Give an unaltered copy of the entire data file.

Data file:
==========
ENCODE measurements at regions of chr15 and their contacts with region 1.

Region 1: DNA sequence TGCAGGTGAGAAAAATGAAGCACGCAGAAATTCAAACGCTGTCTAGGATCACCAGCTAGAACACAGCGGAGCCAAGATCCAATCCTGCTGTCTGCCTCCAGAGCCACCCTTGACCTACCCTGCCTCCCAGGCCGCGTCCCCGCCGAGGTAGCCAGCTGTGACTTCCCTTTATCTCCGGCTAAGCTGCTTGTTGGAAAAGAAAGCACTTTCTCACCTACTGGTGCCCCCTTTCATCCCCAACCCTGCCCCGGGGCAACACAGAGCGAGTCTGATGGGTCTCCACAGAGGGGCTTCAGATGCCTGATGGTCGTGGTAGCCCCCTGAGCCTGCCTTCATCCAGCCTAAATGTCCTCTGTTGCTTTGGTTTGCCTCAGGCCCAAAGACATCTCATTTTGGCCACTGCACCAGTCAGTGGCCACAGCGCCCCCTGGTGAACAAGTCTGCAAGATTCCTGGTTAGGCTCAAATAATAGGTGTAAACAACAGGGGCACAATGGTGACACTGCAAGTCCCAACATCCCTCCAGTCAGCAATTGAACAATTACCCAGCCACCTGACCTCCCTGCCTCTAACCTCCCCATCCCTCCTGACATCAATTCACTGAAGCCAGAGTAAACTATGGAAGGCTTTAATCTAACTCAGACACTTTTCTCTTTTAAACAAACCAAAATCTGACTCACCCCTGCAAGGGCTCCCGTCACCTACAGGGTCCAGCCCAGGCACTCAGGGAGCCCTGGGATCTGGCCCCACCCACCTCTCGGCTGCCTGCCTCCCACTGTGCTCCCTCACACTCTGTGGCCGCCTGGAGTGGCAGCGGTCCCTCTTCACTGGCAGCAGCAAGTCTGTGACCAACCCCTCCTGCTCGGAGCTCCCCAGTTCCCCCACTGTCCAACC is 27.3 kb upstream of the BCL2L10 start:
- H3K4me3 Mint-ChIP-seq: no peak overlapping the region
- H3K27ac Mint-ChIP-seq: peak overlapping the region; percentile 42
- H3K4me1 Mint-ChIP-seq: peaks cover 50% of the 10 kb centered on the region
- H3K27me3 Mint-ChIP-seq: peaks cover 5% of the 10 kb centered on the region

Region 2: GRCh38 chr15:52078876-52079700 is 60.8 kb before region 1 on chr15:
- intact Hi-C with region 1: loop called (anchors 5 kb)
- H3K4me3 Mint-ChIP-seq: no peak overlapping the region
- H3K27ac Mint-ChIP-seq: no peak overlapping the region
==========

ENCODE measurements at regions of chr15 and their contacts with region 1.

Region 1: DNA sequence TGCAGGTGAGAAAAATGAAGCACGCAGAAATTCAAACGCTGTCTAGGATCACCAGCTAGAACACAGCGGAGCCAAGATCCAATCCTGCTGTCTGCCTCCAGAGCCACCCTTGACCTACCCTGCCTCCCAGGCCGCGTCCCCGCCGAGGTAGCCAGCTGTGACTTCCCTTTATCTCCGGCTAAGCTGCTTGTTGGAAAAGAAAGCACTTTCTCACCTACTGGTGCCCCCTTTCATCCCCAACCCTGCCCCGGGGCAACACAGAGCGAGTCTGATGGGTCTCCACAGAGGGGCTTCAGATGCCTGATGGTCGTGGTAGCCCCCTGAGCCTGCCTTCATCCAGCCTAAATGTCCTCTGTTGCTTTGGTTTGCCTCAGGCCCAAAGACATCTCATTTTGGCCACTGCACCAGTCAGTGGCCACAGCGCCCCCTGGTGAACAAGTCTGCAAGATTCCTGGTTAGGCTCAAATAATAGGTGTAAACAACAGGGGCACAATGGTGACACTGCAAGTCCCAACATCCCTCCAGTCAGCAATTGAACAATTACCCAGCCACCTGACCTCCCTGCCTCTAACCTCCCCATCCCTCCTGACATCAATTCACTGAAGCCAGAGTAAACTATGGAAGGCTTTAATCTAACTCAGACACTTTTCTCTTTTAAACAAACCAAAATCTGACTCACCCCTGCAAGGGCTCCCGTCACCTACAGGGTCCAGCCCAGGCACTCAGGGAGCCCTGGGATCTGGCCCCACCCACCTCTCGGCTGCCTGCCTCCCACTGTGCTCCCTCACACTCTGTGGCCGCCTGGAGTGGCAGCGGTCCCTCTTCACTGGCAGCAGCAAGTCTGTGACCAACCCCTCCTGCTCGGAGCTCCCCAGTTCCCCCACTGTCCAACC is 27.3 kb upstream of the BCL2L10 start:
- H3K4me3 Mint-ChIP-seq: no peak overlapping the region
- H3K27ac Mint-ChIP-seq: peak overlapping the region; percentile 42
- H3K4me1 Mint-ChIP-seq: peaks cover 50% of the 10 kb centered on the region
- H3K27me3 Mint-ChIP-seq: peaks cover 5% of the 10 kb centered on the region

Region 2: GRCh38 chr15:52078876-52079700 is 60.8 kb before region 1 on chr15:
- intact Hi-C with region 1: loop called (anchors 5 kb)
- H3K4me3 Mint-ChIP-seq: no peak overlapping the region
- H3K27ac Mint-ChIP-seq: no peak overlapping the region